There have been numerous debates by religious leaders and other scholars to try and discuss some aspects concerning religion and religious theories about it; however due to religion diversity it has not been easy to come up with a concrete unison response to it. The Devine Command Theory which is one of the ethics theories states that everything that happens on the face of the earth is considered to be morally right or wrong only because it is God who permits it to be so. In addition to that it states that some things do not happen because God prohibits them from happening and those that happen it is because He (God) has permitted them to happen.
This means that despite the fact that an action may be morally wrong in the eyes of human beings, it is not morally wrong in the eyes of God until He (God) says it is morally wrong and vice versa. For instance in the recent past there have been numerous terrorist attacks and thousand of innocent civilians lost have perished. These actions are morally wrong however God still allowed the terrorists to continue with their mission. In their defense they claimed that it is God who inspired them to carry out the mission despite the fact that they did not have any justification for it.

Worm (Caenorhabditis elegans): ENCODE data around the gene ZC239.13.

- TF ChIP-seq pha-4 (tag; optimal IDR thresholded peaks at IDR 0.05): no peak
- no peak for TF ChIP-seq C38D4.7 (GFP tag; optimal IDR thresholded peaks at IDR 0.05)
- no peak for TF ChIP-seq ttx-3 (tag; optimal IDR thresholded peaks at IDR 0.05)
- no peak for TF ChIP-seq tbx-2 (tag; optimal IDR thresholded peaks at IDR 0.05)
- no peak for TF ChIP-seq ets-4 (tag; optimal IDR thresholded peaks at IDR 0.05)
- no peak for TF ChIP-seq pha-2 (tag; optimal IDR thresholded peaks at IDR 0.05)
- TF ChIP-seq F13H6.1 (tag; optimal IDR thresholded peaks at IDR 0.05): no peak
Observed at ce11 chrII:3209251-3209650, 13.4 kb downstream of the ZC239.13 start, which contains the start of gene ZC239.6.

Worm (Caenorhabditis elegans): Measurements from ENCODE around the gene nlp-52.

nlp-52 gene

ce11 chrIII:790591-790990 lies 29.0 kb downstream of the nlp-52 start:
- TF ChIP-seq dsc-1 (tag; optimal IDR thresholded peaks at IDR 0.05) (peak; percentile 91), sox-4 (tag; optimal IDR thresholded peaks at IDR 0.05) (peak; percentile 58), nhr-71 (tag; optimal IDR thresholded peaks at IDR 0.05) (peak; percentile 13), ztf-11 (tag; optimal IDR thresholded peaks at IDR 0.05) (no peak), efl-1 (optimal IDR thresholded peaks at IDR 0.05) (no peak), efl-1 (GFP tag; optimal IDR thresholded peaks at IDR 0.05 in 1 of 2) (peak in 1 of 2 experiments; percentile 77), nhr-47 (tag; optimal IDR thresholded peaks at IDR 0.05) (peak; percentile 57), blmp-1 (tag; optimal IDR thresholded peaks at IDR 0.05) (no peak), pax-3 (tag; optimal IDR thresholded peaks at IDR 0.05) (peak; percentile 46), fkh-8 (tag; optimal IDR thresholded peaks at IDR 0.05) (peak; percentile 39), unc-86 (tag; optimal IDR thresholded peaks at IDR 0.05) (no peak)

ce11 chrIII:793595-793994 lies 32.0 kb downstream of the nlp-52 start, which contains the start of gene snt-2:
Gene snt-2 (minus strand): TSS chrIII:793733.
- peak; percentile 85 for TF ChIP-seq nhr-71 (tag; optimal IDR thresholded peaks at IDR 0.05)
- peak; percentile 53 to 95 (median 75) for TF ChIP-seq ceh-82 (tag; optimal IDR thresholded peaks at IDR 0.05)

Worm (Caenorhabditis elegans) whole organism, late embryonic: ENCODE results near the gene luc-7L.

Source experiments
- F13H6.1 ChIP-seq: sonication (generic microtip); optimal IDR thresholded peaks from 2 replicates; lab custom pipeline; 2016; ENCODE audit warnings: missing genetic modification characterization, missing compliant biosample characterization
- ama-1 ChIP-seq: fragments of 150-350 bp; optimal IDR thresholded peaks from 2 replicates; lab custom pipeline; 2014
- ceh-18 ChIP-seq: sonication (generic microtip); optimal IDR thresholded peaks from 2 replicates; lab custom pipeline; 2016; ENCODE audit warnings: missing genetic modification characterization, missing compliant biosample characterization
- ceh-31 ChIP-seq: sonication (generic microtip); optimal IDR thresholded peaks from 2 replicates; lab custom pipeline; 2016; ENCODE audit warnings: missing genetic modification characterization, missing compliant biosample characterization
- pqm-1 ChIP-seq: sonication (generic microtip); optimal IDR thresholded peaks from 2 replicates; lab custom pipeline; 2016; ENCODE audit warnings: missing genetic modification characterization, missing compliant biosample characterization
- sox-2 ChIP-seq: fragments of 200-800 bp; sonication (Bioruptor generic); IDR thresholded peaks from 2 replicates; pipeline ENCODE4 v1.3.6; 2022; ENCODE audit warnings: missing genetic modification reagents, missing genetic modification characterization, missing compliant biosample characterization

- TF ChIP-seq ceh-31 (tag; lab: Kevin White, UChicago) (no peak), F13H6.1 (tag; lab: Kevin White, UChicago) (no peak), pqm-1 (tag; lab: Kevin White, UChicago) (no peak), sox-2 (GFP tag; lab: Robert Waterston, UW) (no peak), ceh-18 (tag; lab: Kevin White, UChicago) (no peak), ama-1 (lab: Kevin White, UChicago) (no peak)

This then leads us to the question; can religion serve as the sole justification for moral behavior, as the Divine Command Theory claims? Even thou the Divine Command Theory (DCT) states that it is God who has absolute power in determining what is morally wrong or morally right, I believe religion should not be used as a sole justification for moral behavior. The law of the land should be used in determining what is morally wrong or morally right depending on the situation that caused the event. For example it is morally wrong both in the eyes of God and man to take away the life of fellow human being (murder), this means abortion is a crime and a sin; however what if the life of the mother is in danger and the only way to save her is by terminating the pregnancy. Is it morally wrong? No, it is not.